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Old 05-21-2017, 08:03 PM
Goody Goody is offline
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Goodwrench, you are amazing!
Old 05-21-2017, 08:16 PM
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Goodwrench, you are amazing!
Fortune 500 companies contract me for big bucks for the past 18 years to be amazing
Old 05-21-2017, 08:29 PM
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Your cooling of the condenser with water will only help the condenser to condense the vapor into liquid... which is great.

BUT THAT WILL NOT KEEP YOUR COMPRESSOR FROM DRAGGING DOWN YOUR DC VOLTAGE SYSTEM

I believe I explained this a couple times. So please stop boring me with all that other nonsense ... it doesn't relate to this.
OK Goodwrench, I'll hear you out again.

So you claim the compressor in my system will "drag down" the "DC voltage system". I'll give you some parameters to consider. An 89 cc Sanden piston compressor driven at 450 rpm, R143a, automotive evaporator, and condenser saturation temperature of 85F (made possible by river water cooling). Estimate the DC amps assuming a 24v system. Now, tell me, would this load really drag down a 5 KWh rated battery connected to a 2500 watt solar array?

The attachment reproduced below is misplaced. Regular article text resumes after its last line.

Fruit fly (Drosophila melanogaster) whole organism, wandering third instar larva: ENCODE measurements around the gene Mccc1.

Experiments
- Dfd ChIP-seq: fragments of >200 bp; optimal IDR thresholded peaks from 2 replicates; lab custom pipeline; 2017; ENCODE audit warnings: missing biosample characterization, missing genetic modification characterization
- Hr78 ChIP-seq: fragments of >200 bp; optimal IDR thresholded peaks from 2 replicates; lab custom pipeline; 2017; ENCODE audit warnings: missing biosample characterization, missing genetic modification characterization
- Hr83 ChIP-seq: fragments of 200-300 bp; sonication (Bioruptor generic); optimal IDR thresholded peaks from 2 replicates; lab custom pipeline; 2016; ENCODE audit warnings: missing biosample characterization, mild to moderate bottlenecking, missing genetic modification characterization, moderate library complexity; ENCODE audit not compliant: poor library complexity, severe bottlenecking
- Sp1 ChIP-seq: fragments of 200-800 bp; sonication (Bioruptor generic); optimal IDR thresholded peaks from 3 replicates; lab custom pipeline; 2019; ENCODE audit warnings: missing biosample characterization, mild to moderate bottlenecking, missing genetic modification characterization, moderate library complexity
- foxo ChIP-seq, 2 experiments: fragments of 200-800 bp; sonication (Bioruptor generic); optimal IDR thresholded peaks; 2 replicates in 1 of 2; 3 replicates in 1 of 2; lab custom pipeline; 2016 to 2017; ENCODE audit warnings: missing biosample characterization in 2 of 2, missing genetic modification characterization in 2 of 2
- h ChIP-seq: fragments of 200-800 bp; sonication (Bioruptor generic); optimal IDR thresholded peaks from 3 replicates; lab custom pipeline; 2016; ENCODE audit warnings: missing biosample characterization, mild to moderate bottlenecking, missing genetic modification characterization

Old 05-21-2017, 08:33 PM
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Hey Goody....I m tired of slinging mud....how about you?

Just to get a few things straight...

I never doubted your artificial cooling of the condenser....like I said I have done that hundreds of times

I never doubted anything else about your ideal.....except for how you are gonna run that energy absorbing monster we call the compressor

Every time I ask that question..... the responses are all the same...
Physics ....Physics...Physics....

So....do you think you can explain your plan to do that?
without all the mumble jumble.....
Old 05-21-2017, 08:35 PM
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But nothing you stated changes the fact that your compressor will kill your D.C. Electrical system.
Automotive AC compressors can stall a 4 cylinder engine.... do you think you can come up with a brush type D.C. motor that can handle that? I kind of doubt it....because you still have your head stuck in the sand.
Just an FYI, a number of modern cars come with 72V electrically driven AC compressors. No belt or external drive. Solar panels will run them just fine.

OH, and FYI, 3 of our aircraft use 24V, DC motor, belt driven Sanden compressors. They cool incredibly well. The picture shows the motor and compressor as removed.



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Old 05-21-2017, 08:36 PM
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Please read this again OP.....
I did.

Please read this (I would write "again", but I doubt you read it the first time):

http://www.achrnews.com/articles/883...tem-efficiency